BIG Data was introduced in the mid-2000s when there was a realisation that traditional Business Intelligence tools could not manage the size and complexities of data generated from Web 2.0. Big Data has since generated a lot of excitement and some have even touted it as the silver bullet required to end world hunger.
But the ability to use data for decision making has in fact been around for much longer; we’re talking 7,000 years ago in the Mesopotamian era when accounting was first introduced to record the growth of herds and crops.
So, analytics is certainly not new. But if it has been around for so long, why is there still skepticism and challenges faced out there on analytics?
Let’s address that by looking examples on how Centres of Excellence (COEs) function in Malaysia. COEs are designed to address specific business problems. Some COEs are designed to generate insights to serve customers better, reduce customer churn or the ability to measure customer’s propensity to buy a product. Some shared services analytics COEs supports operational and regulatory reporting. While some are also designed as R&D centers, experimenting with cutting edge Internet of Things (IoT) solutions or used as talent incubators. In my view, analytics COEs should be designed to address current known problems as well as future yet to be known problems. This is one of the reasons we see many COEs starting off strong but failing to sustain when the problem statement changes.
Let me explain further.
The core function of analytics is to help businesses make informed decisions by finding patterns in data or alerting the business of an impending problem. However, the business landscape is ever-changing and the problems we solve today, may not be the problems we solve tomorrow.
You might be thinking “isn’t this the case for all solution implementation?”
Well, no. Let’s take an enterprise resource planning (ERP) implementation as an example. The problem an ERP tool sets to solve is one of standardisation, efficiency and automation. This is done by designing, implementing and automating business processes using tech. Once complete, the business processes stay largely consistent for the foreseeable future, and the needs for today and tomorrows’ are met.
Because of this, it is necessary that an analytics COE is built with a focus on agility in order to manage change. I would define agility as the ability to define a problem early on, test solution feasibility through prototyping and pivot the solution given the feedback. Continue to iterate until you get a “minimum viable product” (MVP). An MVP is a product with just enough features to satisfy the customers and which can be used to get more feedback for future iterations.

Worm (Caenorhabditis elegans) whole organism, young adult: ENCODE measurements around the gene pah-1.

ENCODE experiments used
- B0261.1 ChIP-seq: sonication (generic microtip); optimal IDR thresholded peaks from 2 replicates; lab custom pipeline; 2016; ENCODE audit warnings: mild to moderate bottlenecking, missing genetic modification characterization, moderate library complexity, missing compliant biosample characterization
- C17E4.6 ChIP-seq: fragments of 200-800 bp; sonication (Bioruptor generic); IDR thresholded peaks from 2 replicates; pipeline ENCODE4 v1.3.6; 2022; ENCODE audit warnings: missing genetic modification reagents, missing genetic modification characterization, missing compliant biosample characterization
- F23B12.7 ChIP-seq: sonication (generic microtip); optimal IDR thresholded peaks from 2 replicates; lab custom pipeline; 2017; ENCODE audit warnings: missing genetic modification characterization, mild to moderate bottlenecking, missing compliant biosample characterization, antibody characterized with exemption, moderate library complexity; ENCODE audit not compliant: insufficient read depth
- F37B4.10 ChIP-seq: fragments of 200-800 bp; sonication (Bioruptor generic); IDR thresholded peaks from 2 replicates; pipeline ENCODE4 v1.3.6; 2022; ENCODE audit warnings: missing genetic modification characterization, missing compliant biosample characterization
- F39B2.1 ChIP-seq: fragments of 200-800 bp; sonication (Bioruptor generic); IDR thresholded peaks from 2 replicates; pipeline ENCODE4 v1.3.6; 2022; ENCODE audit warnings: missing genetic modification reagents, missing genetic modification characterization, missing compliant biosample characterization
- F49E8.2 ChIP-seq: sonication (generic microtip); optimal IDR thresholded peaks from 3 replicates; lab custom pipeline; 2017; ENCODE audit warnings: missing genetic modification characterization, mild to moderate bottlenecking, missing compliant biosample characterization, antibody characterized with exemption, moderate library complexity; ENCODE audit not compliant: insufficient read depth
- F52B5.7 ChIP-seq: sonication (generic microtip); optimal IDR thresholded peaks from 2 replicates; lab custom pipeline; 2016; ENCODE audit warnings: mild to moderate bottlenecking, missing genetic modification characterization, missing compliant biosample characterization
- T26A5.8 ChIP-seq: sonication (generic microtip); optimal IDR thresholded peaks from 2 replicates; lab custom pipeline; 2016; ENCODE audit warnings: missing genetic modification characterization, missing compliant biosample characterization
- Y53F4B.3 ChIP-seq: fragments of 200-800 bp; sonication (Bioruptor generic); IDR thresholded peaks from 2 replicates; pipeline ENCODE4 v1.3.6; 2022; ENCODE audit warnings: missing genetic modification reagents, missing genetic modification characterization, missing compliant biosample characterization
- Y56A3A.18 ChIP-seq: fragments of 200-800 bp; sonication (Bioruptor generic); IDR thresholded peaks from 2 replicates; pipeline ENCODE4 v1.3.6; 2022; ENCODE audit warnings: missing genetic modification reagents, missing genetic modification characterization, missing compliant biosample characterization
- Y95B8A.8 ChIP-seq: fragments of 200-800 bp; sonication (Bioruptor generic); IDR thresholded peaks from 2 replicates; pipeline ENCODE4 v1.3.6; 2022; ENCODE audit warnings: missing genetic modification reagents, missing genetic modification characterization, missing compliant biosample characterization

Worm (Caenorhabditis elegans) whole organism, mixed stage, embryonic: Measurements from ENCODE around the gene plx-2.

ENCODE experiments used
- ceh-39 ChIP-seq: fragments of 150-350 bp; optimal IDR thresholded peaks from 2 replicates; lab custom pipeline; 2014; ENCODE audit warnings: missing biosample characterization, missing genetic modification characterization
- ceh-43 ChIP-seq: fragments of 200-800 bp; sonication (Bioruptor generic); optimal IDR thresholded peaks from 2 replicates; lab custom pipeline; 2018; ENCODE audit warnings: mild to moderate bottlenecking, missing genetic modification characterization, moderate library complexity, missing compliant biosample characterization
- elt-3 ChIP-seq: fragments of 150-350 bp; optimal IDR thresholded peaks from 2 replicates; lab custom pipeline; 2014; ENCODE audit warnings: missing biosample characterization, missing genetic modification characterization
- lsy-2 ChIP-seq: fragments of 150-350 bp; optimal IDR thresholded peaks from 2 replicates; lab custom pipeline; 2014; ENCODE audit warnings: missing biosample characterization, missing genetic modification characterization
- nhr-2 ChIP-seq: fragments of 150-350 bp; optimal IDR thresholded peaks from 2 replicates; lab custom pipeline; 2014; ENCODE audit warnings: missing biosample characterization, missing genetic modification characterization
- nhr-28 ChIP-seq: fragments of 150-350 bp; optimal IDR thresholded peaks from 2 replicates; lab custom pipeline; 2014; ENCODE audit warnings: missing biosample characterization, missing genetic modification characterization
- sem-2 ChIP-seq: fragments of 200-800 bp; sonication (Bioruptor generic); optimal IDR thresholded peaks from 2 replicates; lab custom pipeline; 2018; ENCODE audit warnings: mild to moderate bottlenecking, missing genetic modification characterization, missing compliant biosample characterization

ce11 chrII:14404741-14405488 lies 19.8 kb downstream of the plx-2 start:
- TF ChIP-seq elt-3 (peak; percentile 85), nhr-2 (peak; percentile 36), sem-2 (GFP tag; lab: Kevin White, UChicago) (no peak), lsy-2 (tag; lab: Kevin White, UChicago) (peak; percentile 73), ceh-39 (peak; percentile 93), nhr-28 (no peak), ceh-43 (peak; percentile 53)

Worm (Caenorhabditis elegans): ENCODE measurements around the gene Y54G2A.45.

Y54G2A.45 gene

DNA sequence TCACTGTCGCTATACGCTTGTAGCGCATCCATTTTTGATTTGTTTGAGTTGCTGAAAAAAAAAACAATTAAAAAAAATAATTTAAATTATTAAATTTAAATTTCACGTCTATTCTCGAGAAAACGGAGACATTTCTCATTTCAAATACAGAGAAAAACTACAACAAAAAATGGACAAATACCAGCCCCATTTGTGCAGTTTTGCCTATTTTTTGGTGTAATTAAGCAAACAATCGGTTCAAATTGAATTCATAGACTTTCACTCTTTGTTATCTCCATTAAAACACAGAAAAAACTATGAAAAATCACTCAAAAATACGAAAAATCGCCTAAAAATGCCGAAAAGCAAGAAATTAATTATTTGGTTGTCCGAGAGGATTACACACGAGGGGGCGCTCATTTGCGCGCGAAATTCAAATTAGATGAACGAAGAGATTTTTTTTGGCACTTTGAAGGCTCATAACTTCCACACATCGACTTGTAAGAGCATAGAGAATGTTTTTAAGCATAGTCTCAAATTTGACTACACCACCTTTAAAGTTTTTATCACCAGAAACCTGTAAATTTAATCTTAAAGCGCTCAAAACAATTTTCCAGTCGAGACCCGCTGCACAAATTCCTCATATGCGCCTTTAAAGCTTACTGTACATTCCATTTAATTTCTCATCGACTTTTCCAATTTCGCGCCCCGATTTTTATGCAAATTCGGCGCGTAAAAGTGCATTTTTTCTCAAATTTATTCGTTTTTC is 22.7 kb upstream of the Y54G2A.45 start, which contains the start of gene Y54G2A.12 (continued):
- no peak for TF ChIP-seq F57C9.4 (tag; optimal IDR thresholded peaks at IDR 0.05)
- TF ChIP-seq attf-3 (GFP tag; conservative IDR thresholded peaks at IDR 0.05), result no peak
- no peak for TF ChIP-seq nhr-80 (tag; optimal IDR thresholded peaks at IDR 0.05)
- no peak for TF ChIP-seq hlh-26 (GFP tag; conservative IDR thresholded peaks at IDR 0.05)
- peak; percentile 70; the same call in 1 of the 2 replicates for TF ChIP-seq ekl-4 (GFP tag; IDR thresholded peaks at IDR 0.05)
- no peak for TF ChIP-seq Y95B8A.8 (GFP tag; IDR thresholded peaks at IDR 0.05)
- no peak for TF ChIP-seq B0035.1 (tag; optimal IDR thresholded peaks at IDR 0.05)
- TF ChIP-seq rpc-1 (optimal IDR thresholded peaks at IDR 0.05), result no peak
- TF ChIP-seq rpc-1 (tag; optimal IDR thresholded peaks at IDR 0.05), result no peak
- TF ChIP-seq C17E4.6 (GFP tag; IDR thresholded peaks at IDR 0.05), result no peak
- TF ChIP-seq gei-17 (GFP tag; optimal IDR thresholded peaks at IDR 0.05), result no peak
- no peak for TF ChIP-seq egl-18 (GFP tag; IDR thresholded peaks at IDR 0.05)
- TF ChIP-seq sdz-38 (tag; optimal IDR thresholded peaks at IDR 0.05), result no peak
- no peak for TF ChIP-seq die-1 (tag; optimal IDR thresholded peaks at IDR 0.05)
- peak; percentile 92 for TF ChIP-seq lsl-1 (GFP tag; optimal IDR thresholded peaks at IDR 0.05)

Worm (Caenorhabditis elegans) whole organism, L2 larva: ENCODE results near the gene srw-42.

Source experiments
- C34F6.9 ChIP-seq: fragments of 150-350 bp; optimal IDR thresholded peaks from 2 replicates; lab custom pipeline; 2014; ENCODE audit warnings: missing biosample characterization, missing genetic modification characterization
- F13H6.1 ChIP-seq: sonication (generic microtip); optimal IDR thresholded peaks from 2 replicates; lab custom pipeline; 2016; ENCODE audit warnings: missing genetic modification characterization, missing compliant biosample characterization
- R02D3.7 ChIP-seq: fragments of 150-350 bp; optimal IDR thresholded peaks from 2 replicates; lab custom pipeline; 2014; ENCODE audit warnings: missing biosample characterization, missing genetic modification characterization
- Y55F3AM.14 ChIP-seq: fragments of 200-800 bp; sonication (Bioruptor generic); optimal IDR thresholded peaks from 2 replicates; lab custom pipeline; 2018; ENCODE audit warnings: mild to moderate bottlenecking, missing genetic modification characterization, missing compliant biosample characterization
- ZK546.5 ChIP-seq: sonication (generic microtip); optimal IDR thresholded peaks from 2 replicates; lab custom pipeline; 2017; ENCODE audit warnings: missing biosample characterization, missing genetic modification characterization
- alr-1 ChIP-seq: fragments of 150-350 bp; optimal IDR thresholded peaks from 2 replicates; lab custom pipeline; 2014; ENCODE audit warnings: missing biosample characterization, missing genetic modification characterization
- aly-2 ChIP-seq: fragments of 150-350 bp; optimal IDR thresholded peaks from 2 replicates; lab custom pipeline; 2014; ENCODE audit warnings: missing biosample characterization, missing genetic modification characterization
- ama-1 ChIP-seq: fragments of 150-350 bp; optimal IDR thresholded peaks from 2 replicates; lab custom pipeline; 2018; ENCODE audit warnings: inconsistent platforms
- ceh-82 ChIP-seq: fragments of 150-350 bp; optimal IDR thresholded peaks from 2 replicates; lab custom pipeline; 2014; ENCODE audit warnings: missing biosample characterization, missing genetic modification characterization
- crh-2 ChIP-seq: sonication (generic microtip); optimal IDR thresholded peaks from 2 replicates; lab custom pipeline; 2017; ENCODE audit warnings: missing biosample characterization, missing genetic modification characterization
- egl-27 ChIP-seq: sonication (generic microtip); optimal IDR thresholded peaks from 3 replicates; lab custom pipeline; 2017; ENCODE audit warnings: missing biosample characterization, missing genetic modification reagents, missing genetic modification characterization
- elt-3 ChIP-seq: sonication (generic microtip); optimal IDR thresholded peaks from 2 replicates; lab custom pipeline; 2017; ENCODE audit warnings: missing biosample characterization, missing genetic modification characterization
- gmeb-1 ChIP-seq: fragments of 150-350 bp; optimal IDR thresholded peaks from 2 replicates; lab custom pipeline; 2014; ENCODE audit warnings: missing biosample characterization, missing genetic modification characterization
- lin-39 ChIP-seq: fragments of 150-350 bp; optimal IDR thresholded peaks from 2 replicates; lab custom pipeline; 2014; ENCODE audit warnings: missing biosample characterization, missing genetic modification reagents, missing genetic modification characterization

So that sets that stage. What then are my three key learnings from building Star Media Group’s analytics COE?
Firstly, it’s to define value upfront and get the right stakeholders on the bus. Value is hard to define and we still need a north star to rally the organisation together. Commonly, value is defined as either revenue generation or cost reduction.
My view is that the value of analytics is not easily attributable to revenue or cost. Hence we need to look at it in a slightly different way. As told by my boss, use analytics as a means to change perspective and mindset of the organisation. In the same process, the organisation will naturally align to its intended objective and will drive up the necessary KPIs. For example, in Star, analytics is used to provide competitive, product and social insights to the go-to-market team, differentiating the value that we bring to our clients. Or use readership behaviour as a feedback for content creation.
Secondly, culture of experimentation. Analytics is not a crystal ball to predict the future. It can tell you insights only through historical patterns or previously unavailable data points. This is a process that has to happen iteratively. Give it a business problem, test it with data, refine it and test again. Repeat until we get a cut of the results or conclude that it is a problem that cannot be resolved yet. This experimentation culture must be percolated throughout the entire organisation — the techie, data scientist, customer care agent and everyone in the business side all have to be part of this process. The good news is that more often than not, this cycle will uncover additional insights that wasn’t part of the original objective. My personal mantra is “Test and Iterate” or “Fail and Pivot”.
Thirdly, finding the right talent. The perfect analytics practitioner has to understand the business domain to unlock value, be a master in statistics to uncover patterns and a tech guru to manage the data pipeline. This perfect person is the unicorn that doesn’t exist. We should instead build a team around these three pillars.
In Star, I call them the Suits, the Statisticians and the Techies. The Suits are the go-to-market team that engages the business to action upon the insights and to unlock business value through process improvement or change management. The Statisticians are my data scientists who helps to crunch the numbers and build machine learning algorithms. The Techies are responsible to source, store, curate and manage the entire data repository for use by the Suits and the Statisticians. Talent and teamwork are definitely the key to success, as Steve Jobs said: “Great things in business are never done by one person. They’re done by a team of people”.
Star Media Group’s head of analytics Freddy Loo believes that one day data geeks will rule the world.